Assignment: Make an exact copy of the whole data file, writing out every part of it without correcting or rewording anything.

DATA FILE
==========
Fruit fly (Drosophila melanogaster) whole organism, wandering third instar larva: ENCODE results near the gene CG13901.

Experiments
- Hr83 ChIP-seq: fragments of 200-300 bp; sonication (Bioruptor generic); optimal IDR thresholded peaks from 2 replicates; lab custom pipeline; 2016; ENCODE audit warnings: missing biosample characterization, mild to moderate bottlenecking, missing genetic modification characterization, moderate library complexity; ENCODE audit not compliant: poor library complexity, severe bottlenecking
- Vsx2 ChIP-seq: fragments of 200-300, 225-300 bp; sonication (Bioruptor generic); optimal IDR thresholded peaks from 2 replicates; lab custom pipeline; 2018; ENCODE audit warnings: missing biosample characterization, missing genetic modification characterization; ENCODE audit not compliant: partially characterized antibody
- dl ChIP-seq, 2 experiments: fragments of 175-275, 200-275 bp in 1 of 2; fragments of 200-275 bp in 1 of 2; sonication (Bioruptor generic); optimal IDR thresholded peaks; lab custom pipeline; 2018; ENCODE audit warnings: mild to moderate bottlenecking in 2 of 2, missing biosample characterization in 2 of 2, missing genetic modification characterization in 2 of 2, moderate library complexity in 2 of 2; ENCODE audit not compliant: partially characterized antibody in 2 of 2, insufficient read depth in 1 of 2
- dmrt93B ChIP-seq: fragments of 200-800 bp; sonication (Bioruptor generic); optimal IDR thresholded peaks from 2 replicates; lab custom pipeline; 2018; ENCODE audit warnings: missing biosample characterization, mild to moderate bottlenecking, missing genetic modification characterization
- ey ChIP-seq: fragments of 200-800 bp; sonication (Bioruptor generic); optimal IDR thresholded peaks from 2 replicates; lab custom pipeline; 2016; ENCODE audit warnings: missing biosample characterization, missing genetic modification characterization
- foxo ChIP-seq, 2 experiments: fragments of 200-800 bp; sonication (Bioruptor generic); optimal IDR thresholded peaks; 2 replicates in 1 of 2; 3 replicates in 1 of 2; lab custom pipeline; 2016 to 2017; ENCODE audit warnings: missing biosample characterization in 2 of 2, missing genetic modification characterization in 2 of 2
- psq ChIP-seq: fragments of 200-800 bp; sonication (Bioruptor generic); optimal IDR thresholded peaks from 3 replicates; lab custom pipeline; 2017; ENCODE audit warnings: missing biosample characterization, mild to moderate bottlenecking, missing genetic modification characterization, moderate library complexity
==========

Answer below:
Fruit fly (Drosophila melanogaster) whole organism, wandering third instar larva: ENCODE results near the gene CG13901.

Experiments
- Hr83 ChIP-seq: fragments of 200-300 bp; sonication (Bioruptor generic); optimal IDR thresholded peaks from 2 replicates; lab custom pipeline; 2016; ENCODE audit warnings: missing biosample characterization, mild to moderate bottlenecking, missing genetic modification characterization, moderate library complexity; ENCODE audit not compliant: poor library complexity, severe bottlenecking
- Vsx2 ChIP-seq: fragments of 200-300, 225-300 bp; sonication (Bioruptor generic); optimal IDR thresholded peaks from 2 replicates; lab custom pipeline; 2018; ENCODE audit warnings: missing biosample characterization, missing genetic modification characterization; ENCODE audit not compliant: partially characterized antibody
- dl ChIP-seq, 2 experiments: fragments of 175-275, 200-275 bp in 1 of 2; fragments of 200-275 bp in 1 of 2; sonication (Bioruptor generic); optimal IDR thresholded peaks; lab custom pipeline; 2018; ENCODE audit warnings: mild to moderate bottlenecking in 2 of 2, missing biosample characterization in 2 of 2, missing genetic modification characterization in 2 of 2, moderate library complexity in 2 of 2; ENCODE audit not compliant: partially characterized antibody in 2 of 2, insufficient read depth in 1 of 2
- dmrt93B ChIP-seq: fragments of 200-800 bp; sonication (Bioruptor generic); optimal IDR thresholded peaks from 2 replicates; lab custom pipeline; 2018; ENCODE audit warnings: missing biosample characterization, mild to moderate bottlenecking, missing genetic modification characterization
- ey ChIP-seq: fragments of 200-800 bp; sonication (Bioruptor generic); optimal IDR thresholded peaks from 2 replicates; lab custom pipeline; 2016; ENCODE audit warnings: missing biosample characterization, missing genetic modification characterization
- foxo ChIP-seq, 2 experiments: fragments of 200-800 bp; sonication (Bioruptor generic); optimal IDR thresholded peaks; 2 replicates in 1 of 2; 3 replicates in 1 of 2; lab custom pipeline; 2016 to 2017; ENCODE audit warnings: missing biosample characterization in 2 of 2, missing genetic modification characterization in 2 of 2
- psq ChIP-seq: fragments of 200-800 bp; sonication (Bioruptor generic); optimal IDR thresholded peaks from 3 replicates; lab custom pipeline; 2017; ENCODE audit warnings: missing biosample characterization, mild to moderate bottlenecking, missing genetic modification characterization, moderate library complexity